Tonight, however, I am wondering what Genevieve is thinking about what has happened to me as she sits up there in our Father’s house. I know she is praying for me, but now I wonder whether she might be a little disappointed in me, or is she happy that I am finally settling for life, simple life, and not trying to live the life I read about it in all of those books? As I prayed the rosary tonight with my family, I didn’t pray that I would be a great saint, or a priest who saves hundreds of souls, or a monk who has the gift of pure prayer, or even a prelate who will turn the Church around from the mess that it is in. I prayed that the woman I have a crush on might find happiness regardless of whether or not she returns my affection. I prayed that I might be strong enough to do what I have to do in order to help out my poor family and make it so that they suffer a little less. But most of all, I just thanked God that I could kneel before Him and adore Him in all of His Majesty and love. That is what it means to be a human being. I ask nothing for myself other than to be a simple man who loves and is loved. Maybe that was Genevieve’s prayer too, and it continues to be her prayer as she looks down on me from up there in Heaven.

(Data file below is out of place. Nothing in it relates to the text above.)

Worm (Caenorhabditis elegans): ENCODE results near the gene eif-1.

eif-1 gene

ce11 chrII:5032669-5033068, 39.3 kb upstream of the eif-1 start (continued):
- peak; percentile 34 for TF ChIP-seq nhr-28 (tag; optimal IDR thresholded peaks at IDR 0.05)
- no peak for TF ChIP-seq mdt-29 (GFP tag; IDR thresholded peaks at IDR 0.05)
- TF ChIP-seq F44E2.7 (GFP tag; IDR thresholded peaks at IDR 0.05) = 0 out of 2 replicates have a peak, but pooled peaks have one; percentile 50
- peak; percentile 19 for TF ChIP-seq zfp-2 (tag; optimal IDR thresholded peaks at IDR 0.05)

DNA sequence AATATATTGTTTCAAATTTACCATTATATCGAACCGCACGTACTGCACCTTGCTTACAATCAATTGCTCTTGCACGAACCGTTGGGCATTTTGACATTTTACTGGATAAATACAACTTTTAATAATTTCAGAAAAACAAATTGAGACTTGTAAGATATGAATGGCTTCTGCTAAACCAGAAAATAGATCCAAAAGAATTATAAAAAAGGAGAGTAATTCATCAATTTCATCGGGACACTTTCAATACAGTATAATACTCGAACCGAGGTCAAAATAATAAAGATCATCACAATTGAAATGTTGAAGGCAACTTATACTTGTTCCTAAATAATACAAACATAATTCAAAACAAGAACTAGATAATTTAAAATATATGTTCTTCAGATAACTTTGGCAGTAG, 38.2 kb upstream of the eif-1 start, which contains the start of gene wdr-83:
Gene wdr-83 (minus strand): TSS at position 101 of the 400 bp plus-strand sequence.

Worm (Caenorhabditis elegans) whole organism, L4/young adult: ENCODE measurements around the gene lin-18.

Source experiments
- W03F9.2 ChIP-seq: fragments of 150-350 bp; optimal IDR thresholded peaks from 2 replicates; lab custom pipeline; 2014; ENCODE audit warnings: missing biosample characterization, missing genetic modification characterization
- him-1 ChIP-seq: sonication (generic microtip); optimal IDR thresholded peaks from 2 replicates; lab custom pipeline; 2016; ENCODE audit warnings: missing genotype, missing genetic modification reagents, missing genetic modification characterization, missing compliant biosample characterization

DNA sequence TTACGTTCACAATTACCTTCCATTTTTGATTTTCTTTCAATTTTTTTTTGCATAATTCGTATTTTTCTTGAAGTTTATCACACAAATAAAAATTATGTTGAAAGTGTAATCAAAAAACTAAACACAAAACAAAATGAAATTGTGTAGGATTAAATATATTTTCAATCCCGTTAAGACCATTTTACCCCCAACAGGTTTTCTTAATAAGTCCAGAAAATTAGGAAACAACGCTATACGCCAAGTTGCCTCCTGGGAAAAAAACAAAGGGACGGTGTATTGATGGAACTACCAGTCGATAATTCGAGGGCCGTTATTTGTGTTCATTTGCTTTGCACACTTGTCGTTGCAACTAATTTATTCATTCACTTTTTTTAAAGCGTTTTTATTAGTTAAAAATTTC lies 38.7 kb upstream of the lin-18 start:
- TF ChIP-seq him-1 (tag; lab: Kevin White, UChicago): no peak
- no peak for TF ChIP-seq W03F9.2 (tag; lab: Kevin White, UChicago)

“ Lord, that I might see……”